Just when you think things can’t get much worse following Scotland, the nation has had to endure a qualifying campaign which will go down in history as calamitous, painful and, quite frankly, pathetic.
Our ‘efforts’ in trying to make the 2020 European Championships via the conventional qualifying route have seen an embarrassing 3-0 defeat to Kazakhstan, the hollow figure of Alex McLeish come and go, new boss Steve Clarke enter and 4-0 hammerings at the hands of Belgium and Russia among many other lowlights.
Going into tomorrow’s Group I clash with San Marino at Hampden, second-bottom Scotland only really have a modicum of pride and third place to play for with the footballing powerhouses of Cyprus and the Kazakhs still within their grasp.
The guaranteed Nations League play-off place, won under McLeish’s reign, is now our only way of making a first major tournament in 22 years.
That length of absence is a sad state of affairs for the game in this country and one which certainly doesn’t look like ending any time soon.
Clarke is certainly not the sole reason why the national team is in the state it is in, far from it.
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However, he is maybe the only hope the Scots have going forward.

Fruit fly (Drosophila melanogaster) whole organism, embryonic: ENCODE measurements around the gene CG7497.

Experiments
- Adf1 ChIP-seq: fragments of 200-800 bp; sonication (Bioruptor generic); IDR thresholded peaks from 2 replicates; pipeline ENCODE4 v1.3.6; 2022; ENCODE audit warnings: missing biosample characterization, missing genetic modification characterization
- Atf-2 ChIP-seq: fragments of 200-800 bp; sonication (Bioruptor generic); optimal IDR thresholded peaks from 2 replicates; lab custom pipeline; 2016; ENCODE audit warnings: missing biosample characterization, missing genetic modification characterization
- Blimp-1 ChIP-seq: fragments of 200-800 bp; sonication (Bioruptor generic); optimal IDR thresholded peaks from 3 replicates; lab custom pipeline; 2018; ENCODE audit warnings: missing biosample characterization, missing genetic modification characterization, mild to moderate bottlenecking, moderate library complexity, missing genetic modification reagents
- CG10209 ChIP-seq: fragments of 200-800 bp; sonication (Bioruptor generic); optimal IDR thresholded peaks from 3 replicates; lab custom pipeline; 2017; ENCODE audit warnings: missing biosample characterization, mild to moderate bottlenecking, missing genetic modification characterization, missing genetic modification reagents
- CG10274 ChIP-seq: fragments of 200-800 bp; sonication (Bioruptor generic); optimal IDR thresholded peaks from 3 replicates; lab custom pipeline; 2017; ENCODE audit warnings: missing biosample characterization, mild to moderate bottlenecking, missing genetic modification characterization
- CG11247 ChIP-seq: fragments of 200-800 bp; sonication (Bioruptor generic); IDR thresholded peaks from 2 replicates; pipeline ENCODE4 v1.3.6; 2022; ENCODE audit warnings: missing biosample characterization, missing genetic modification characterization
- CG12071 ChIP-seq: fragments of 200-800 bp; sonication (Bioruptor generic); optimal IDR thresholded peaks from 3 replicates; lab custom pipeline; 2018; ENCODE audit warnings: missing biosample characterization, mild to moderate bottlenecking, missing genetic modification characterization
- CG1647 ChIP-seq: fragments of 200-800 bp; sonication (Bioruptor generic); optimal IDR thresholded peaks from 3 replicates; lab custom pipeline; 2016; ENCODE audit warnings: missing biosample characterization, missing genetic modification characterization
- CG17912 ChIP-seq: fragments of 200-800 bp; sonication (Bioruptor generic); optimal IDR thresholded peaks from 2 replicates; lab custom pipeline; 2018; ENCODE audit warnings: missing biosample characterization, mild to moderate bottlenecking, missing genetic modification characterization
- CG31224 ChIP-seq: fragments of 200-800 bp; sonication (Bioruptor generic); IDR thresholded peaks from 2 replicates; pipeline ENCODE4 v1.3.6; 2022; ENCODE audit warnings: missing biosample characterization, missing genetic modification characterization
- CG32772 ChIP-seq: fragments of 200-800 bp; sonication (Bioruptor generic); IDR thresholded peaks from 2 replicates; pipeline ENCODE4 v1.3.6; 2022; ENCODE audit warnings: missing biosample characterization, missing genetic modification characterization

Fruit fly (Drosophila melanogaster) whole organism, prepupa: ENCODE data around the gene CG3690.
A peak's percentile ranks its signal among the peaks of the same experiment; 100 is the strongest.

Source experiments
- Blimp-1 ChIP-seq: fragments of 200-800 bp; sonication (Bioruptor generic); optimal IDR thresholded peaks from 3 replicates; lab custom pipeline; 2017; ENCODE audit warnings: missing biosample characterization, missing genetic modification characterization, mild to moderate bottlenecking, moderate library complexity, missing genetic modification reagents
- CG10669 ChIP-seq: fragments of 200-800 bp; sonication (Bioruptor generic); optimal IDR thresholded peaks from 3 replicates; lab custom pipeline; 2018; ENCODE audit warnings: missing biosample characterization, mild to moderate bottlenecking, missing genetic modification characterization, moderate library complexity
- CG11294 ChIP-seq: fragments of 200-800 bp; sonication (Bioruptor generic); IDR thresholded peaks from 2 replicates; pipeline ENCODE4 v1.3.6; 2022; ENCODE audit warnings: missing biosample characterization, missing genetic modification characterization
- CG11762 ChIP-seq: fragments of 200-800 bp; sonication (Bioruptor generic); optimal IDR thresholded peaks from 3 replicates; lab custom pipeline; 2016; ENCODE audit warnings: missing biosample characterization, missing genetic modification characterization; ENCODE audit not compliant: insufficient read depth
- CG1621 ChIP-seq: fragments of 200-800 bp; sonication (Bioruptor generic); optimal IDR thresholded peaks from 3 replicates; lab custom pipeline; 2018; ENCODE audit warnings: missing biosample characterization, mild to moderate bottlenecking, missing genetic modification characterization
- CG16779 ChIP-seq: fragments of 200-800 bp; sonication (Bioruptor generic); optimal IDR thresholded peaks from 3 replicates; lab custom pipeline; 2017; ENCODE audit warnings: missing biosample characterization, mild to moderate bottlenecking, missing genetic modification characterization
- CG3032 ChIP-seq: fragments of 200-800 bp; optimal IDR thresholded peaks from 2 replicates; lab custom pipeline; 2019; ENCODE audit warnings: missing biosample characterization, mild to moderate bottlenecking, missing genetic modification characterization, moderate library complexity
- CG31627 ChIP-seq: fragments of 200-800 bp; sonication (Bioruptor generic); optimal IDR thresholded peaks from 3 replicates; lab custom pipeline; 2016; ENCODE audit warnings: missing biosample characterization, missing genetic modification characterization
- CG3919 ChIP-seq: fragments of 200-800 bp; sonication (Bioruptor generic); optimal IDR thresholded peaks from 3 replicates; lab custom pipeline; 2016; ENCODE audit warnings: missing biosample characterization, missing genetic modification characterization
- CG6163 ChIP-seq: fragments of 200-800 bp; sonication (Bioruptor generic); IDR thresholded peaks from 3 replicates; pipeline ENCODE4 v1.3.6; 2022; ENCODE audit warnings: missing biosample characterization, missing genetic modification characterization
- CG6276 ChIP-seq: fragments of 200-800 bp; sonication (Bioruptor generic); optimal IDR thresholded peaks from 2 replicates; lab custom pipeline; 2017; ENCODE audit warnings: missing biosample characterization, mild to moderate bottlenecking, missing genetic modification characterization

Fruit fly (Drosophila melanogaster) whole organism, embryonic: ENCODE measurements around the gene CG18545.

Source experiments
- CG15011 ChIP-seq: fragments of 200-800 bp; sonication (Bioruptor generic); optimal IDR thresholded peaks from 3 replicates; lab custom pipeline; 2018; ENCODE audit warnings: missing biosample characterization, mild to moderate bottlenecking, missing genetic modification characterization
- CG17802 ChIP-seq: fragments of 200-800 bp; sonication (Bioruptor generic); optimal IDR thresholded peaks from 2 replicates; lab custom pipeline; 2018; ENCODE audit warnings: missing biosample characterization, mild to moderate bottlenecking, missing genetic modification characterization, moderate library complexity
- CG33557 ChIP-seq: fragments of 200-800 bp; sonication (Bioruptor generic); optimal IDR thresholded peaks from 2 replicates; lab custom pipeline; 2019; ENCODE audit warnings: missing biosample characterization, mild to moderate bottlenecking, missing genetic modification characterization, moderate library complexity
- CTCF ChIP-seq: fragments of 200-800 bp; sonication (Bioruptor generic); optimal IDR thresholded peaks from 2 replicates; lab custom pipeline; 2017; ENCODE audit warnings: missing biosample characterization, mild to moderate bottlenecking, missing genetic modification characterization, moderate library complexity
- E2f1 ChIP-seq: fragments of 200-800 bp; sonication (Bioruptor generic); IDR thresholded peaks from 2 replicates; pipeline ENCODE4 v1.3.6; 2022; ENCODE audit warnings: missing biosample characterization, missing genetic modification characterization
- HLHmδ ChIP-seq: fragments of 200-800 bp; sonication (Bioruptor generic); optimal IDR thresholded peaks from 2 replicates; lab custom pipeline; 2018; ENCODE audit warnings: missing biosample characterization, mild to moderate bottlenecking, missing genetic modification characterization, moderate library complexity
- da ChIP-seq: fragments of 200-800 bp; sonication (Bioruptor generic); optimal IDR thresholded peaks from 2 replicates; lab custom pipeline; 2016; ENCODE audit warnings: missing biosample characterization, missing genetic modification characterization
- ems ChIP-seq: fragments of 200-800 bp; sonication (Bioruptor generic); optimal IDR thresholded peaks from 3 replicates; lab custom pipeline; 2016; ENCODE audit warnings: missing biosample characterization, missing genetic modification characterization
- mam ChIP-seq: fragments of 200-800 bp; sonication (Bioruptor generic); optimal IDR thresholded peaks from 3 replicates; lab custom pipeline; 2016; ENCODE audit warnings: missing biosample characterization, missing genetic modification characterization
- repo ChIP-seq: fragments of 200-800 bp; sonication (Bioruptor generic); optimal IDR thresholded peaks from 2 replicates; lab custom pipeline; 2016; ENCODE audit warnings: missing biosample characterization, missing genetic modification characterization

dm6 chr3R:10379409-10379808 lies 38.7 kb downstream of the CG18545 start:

The former Kilmarnock boss has a major task on his hands to turn around a side which is broken and bereft of confidence.
For me, though, he is still the best man for the job and a morale-boosting comfortable win over minnows San Marino tomorrow could spark a set of results which at least restore some belief in the national team and eliminate any apathy which might exist going into the crucial Nations League play-offs.
Next month sees a trip to Cyprus and the visit of Kazakhstan to Hampden to close the campaign and victory in those is now a must for Scotland and the man who did such a good job in turning Killie’s fortunes around.
Part of Clarke’s success in Ayrshire was getting the best out of the men available to him and, not blessed with the highest quality players or the deepest pool of talent, he is well-qualified to lead Scotland into a brave new dawn.
That seems a long way off now but, with the worst of the pain now seemingly over, Clarke must be given time to blaze a trail to the future and treat the scars of what has been a most-excruciating of campaigns.
How he does that? Your guess is as good as mine.